Walmart MoneyCard: A Solid Option for Some
The Nerds generally don’t recommend prepaid cards, but if you’re in a situation where you can’t get a credit card or a bank account, the Walmart MoneyCard is worth considering. That doesn’t mean it’s the best option, though. Let’s take a look at the three MoneyCards Walmart offers, compare MoneyCard with one of the top prepaid cards on the market and discuss better alternatives.
|MoneyCard Basic||MoneyCard Plus||MoneyCard Preferred|
|Purchase fee||$0 online / $1.88 in store||$3||$4|
|Reload fee||No fee with direct deposit or Walmart Check Cashing; $3 using Rapid Reload® at Walmart stores; up to $4.95 on the Green Dot Network||No fee with direct deposit or Walmart Check Cashing; $3 using Rapid Reload® at Walmart stores; up to $4.95 on the Green Dot Network||No fee with direct deposit, Walmart Check Cashing or Rapid Reload® at Walmart stores; up to $4.95 on the Green Dot Network|
|Monthly fee||$3||$3, waived if you added at least $1,000 in the previous month||$3, waived if you added at least $500 in the previous month or if you have your paycheck or government benefits direct deposited|
|ATM fee||$0 at MoneyPass ATMs, $2 out of network||$0 at MoneyPass ATMs, $2 out of network||$0 at MoneyPass ATMs, $2 out of network|
|Foreign transaction fee||2%||2%||2%|
As you can see, the MoneyCard isn’t entirely fee-friendly, but it’s not so bad compared with many prepaid cards on the market, especially if you use it enough to get the monthly fee waived. Let’s take a look at how the MoneyCard Preferred stacks up against the best prepaid card out there, the American Express Serve Cash Back.
|MoneyCard Preferred||American Express Serve Cash Back|
|Activation fee||$4||$0 online, up to $3.95 in retail locations|
|Reload fee||No fee with direct deposit, Walmart Check Cashing or Rapid Reload® at Walmart stores; up to $3.95 on the Green Dot Network||Up to $3.95, varies by retailer|
|Monthly fee||$3, waived if you added at least $500 in the previous month or have direct deposit||$5.95|
|ATM fee||$0 at MoneyPass ATMs, $2 out of network||$0 at MoneyPass ATMs, $2.50 out of network|
|Foreign transaction fee||2%||2.7%|
|Rewards||None||Earn 1% cash back per dollar spent|
If you’re going to apply for a prepaid card, the Serve Cash Back is a great choice. It helps that you can reload it for free at Walmart locations, as well as at CVS Pharmacy, Family Dollar and participating 7-Eleven locations.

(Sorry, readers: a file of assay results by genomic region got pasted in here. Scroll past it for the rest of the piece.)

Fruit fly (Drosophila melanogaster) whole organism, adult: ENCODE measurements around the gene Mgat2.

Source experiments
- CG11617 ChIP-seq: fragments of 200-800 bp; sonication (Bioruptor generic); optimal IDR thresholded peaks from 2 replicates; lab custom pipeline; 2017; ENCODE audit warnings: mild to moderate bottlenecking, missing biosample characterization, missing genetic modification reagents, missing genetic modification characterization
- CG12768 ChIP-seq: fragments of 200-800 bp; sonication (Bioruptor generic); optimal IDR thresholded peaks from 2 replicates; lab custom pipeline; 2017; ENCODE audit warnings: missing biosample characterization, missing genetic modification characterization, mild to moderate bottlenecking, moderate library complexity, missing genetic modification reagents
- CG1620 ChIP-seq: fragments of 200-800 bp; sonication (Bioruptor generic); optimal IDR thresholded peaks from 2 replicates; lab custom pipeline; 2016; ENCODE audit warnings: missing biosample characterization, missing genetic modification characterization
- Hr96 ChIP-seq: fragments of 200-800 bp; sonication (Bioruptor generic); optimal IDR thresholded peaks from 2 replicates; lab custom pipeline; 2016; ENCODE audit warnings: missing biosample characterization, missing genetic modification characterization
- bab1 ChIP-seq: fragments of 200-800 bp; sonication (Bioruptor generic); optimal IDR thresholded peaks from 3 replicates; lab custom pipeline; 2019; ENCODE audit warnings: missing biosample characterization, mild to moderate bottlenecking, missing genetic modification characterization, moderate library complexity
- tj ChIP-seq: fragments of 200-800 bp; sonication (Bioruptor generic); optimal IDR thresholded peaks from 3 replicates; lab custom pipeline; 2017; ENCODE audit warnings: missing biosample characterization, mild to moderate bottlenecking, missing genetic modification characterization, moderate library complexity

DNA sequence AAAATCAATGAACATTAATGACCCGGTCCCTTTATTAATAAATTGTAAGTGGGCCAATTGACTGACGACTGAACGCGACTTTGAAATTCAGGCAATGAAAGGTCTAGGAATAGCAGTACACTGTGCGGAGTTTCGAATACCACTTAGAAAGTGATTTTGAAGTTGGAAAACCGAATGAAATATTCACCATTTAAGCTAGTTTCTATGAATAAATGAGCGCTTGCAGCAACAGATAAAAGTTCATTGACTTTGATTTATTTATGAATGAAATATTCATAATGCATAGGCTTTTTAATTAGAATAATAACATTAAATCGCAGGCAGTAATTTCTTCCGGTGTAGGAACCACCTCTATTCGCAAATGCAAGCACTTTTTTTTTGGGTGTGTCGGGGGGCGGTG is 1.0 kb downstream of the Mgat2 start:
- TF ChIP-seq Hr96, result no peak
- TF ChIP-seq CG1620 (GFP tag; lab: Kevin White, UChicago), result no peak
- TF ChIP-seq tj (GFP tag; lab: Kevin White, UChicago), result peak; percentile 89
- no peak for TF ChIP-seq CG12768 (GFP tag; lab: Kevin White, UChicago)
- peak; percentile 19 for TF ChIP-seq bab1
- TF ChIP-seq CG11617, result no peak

Both the MoneyCard Preferred and the Serve Cash Back let you use your account for online bill pay, to set aside money for savings and to send money to family and friends. But the Serve Cash Back goes further by offering a better user experience and rewards. For example, it’s convenient for families because it allows you to set up sub-accounts for family members and set spending and ATM withdrawal limits. It also features mobile check deposit, purchase protection and Amex Offers, a program that lets you save on shopping, dining and more.
However, the MoneyCard Preferred may be the better option if you’re traveling internationally. The card is issued through either Visa or MasterCard, both of which are more widely accepted than American Express. Plus, the foreign transaction fee is a little lower than with the Serve Cash Back. While it may not seem like a big difference, it adds up, especially if you’re overseas for an extended time.
Why you may not want a prepaid card
Prepaid cards can be a good option in certain cases. But before you go the prepaid route, make sure you understand what you won’t get with a prepaid card. First of all, prepaid debit cards aren’t credit cards. You can only spend what you have previously loaded on the card. This may be helpful if you worry about overspending, but because there’s no credit line, using a prepaid card won’t help you build your credit.
Prepaid cards function similarly to debit cards, but a prepaid card isn’t tied to a bank account. There’s one distinguishing feature between prepaid cards and debit cards: fees. With several banks offering limited free checking options, you may feel like a prepaid card is a better alternative than a checking account. But you should still be able to find a free checking account, especially if you can meet the minimum balance requirement. And if you’re worried about overdraft fees, you can opt out of overdraft protection.
Consider this other option to build credit
If you’re considering applying for a prepaid card because you’ve been denied for a credit card, you may still qualify for a secured credit card. Secured credit cards function much like conventional unsecured credit cards. The difference is that secured credit card issuers require a collateral deposit. For example, if you want a $3,500 credit line, you would typically need a $3,500 deposit. That way, the card issuer can draw on that collateral if you default on your payments. Also, you can get your deposit back when you close your account.
The Nerds typically recommend a secured credit card over a prepaid card if you have bad credit or no credit history and plan on borrowing again in the future. Over time, a secured credit card can help you establish or rehabilitate your credit history, so you have a better chance at qualifying for a better card or scoring a lower interest rate on a loan the next time you apply. Check out our list of the best secured credit cards.
The takeaway: As far as prepaid cards go, the Walmart MoneyCard is a decent option. But if you’re looking at prepaid cards because you have bad credit, consider applying for a secured card, instead. Using a secured card wisely can help you improve your creditworthiness for the future.